There are more than 400,000 known species of beetles, nearly 40% of all insects and 25% of all known animal species. It’s estimated that there could be as many as 2 million total species. Of the 400,000, 5,000 of them are types of ladybugs, also referred to as ladybird beetles.    Not all ladybugs are red or orange with seven black spots. Some are striped or have no markings at all. The markings are to indicate to predators that they don’t taste good! When ladybugs are threatened, the joints in their legs release an oily, disgusting-tasting fluid. Ladybugs are carnivorous, capable of eating up to 5,000 insects in their lifetime. They’re an asset to farmers because they eat aphids and other crop-damaging pests. In fact, that’s how they got their name. Years ago, when European farmers were plagued by pests in their fields, they prayed to the Virgin Mary for relief. Ladybugs wiped out the infestation, and the farmers called them the “beetle of Our Lady.” The average lifespan of a ladybug is 2 to 3 years.

    Fireflies are also a type of beetle, with more than 2,000 different species of these tiny lightning bugs. Fireflies are bioluminescent, meaning they produce light, a process accomplished by an enzyme known as luciferase. A chemical reaction called chemiluminescence occurs in the firefly’s light organ when oxygen combines with calcium, adenosine triphosphate, and the enzyme. Their colors vary according to species, and include yellow-green, orange, turquoise, and bright poppy red. The glow has several purposes – drawing in prey, attracting a mate, and warning off predators. People in the western United States might say there are no fireflies in their part of the country, but there are! Not all species have the ability to produce light, and glowing fireflies are seldom seen west of the Rocky Mountains.

    The bombardier beetle may be very small, less than an inch (2.5 cm) long, but it has no trouble keeping its predators at bay. When threatened, this unusual creature shoots its enemies with a jet of hot, stinging liquid. This defense mechanism is engaged when the beetle’s two abdominal chambers mix their natural chemicals in another chamber on its backside to produce a boiling spray of benzoquinone. This corrosive liquid is fired through the abdominal tip, with the ability to rotate 270 degrees to aim at foes. There are upwards of 40 different species of bombardier beetles in the United States.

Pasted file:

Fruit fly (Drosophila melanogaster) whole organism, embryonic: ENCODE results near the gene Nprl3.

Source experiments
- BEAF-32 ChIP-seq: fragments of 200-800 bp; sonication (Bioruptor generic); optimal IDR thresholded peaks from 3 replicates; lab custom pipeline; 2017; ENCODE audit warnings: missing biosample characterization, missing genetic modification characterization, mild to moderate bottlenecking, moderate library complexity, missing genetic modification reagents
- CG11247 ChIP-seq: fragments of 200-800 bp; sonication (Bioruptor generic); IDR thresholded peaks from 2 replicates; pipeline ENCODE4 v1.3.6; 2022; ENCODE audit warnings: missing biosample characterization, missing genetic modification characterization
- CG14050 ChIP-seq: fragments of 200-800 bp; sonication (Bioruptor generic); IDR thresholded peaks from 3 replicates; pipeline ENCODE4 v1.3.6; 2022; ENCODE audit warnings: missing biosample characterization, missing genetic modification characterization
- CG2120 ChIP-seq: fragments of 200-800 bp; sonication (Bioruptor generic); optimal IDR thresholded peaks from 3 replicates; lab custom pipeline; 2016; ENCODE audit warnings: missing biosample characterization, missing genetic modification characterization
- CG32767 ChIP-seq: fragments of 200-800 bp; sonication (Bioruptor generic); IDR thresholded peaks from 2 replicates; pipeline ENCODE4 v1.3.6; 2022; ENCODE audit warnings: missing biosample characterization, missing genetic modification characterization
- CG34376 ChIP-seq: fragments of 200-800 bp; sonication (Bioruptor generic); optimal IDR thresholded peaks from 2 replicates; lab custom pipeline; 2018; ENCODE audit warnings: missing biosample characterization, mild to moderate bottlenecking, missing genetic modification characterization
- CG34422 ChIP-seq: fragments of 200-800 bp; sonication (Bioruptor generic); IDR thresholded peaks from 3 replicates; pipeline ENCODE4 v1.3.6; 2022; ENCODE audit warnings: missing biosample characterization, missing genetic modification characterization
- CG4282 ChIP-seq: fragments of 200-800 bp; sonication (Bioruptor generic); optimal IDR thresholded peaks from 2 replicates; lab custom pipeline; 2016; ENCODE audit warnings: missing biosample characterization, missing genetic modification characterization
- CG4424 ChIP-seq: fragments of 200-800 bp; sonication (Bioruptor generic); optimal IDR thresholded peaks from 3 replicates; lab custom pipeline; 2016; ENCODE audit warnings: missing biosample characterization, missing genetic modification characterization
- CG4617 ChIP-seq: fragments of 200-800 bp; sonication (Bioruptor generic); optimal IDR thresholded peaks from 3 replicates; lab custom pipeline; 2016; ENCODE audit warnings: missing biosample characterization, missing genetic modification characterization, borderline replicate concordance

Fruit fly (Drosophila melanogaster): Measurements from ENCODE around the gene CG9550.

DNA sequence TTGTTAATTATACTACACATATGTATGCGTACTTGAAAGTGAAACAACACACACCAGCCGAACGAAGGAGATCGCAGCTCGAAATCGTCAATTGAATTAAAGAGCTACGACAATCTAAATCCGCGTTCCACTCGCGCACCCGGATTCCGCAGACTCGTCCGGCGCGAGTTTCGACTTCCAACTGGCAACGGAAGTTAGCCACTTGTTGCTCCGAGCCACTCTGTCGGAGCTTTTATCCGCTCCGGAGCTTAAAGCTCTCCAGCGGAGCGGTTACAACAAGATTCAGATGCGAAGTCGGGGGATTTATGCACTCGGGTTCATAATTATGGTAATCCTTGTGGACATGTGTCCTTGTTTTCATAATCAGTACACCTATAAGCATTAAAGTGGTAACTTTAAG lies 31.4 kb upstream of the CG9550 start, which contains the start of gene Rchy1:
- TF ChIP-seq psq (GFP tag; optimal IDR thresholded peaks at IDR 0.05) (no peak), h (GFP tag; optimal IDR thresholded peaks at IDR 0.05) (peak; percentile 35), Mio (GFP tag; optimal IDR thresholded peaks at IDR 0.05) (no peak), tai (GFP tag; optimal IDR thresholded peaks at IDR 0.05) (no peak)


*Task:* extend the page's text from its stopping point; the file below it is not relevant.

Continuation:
When you hear the loud chirp of a male cricket, it’s either establishing and defending its territory or trying to attract a female. The cricket is rubbing its wings together very fast to produce the sound. The warmer the temperature, the faster the chirp. The volume of a cricket’s chirp can reach up to 100 decibels. A male cricket can be quite aggressive with a rival, even reaching physical combat, including wrestling. If the cricket loses a leg during the battle, it has the ability to regenerate a new one. The cricket can leap 30 times its length, which would be the equivalent of a human jumping a football field.    There are 900 species of crickets worldwide, with some living up to a year. In China and Japan, they are a symbol of good luck and abundance.